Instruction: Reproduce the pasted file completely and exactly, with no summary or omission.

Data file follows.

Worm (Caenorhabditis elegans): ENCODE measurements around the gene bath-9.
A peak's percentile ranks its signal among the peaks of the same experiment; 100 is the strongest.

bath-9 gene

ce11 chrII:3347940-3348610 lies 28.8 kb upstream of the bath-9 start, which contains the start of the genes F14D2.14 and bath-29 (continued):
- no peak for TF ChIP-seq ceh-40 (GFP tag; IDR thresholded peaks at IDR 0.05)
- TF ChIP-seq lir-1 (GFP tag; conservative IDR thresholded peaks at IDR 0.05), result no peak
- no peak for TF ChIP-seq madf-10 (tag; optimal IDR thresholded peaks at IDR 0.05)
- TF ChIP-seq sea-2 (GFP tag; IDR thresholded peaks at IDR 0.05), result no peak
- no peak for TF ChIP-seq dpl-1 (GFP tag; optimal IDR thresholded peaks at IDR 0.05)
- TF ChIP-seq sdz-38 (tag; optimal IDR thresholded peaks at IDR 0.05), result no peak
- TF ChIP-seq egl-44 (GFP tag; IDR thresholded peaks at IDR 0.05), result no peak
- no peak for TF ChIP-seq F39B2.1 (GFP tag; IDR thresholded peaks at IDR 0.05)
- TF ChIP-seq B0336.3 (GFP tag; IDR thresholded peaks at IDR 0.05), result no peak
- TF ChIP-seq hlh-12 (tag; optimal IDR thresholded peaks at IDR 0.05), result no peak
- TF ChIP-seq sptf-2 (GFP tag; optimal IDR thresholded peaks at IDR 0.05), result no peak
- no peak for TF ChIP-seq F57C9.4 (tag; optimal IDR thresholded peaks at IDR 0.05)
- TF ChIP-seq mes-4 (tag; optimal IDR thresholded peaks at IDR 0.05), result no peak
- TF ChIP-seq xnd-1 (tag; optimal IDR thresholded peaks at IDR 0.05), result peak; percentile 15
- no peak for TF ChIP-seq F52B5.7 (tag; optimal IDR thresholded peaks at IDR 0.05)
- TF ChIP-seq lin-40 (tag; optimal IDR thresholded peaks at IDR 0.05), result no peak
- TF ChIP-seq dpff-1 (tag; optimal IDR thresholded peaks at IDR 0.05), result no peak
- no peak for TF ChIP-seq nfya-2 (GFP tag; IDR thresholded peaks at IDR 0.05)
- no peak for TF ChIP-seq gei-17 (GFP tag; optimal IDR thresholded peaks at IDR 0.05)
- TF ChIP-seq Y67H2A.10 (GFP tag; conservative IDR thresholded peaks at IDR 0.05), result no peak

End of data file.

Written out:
Worm (Caenorhabditis elegans): ENCODE measurements around the gene bath-9.
A peak's percentile ranks its signal among the peaks of the same experiment; 100 is the strongest.

bath-9 gene

ce11 chrII:3347940-3348610 lies 28.8 kb upstream of the bath-9 start, which contains the start of the genes F14D2.14 and bath-29 (continued):
- no peak for TF ChIP-seq ceh-40 (GFP tag; IDR thresholded peaks at IDR 0.05)
- TF ChIP-seq lir-1 (GFP tag; conservative IDR thresholded peaks at IDR 0.05), result no peak
- no peak for TF ChIP-seq madf-10 (tag; optimal IDR thresholded peaks at IDR 0.05)
- TF ChIP-seq sea-2 (GFP tag; IDR thresholded peaks at IDR 0.05), result no peak
- no peak for TF ChIP-seq dpl-1 (GFP tag; optimal IDR thresholded peaks at IDR 0.05)
- TF ChIP-seq sdz-38 (tag; optimal IDR thresholded peaks at IDR 0.05), result no peak
- TF ChIP-seq egl-44 (GFP tag; IDR thresholded peaks at IDR 0.05), result no peak
- no peak for TF ChIP-seq F39B2.1 (GFP tag; IDR thresholded peaks at IDR 0.05)
- TF ChIP-seq B0336.3 (GFP tag; IDR thresholded peaks at IDR 0.05), result no peak
- TF ChIP-seq hlh-12 (tag; optimal IDR thresholded peaks at IDR 0.05), result no peak
- TF ChIP-seq sptf-2 (GFP tag; optimal IDR thresholded peaks at IDR 0.05), result no peak
- no peak for TF ChIP-seq F57C9.4 (tag; optimal IDR thresholded peaks at IDR 0.05)
- TF ChIP-seq mes-4 (tag; optimal IDR thresholded peaks at IDR 0.05), result no peak
- TF ChIP-seq xnd-1 (tag; optimal IDR thresholded peaks at IDR 0.05), result peak; percentile 15
- no peak for TF ChIP-seq F52B5.7 (tag; optimal IDR thresholded peaks at IDR 0.05)
- TF ChIP-seq lin-40 (tag; optimal IDR thresholded peaks at IDR 0.05), result no peak
- TF ChIP-seq dpff-1 (tag; optimal IDR thresholded peaks at IDR 0.05), result no peak
- no peak for TF ChIP-seq nfya-2 (GFP tag; IDR thresholded peaks at IDR 0.05)
- no peak for TF ChIP-seq gei-17 (GFP tag; optimal IDR thresholded peaks at IDR 0.05)
- TF ChIP-seq Y67H2A.10 (GFP tag; conservative IDR thresholded peaks at IDR 0.05), result no peak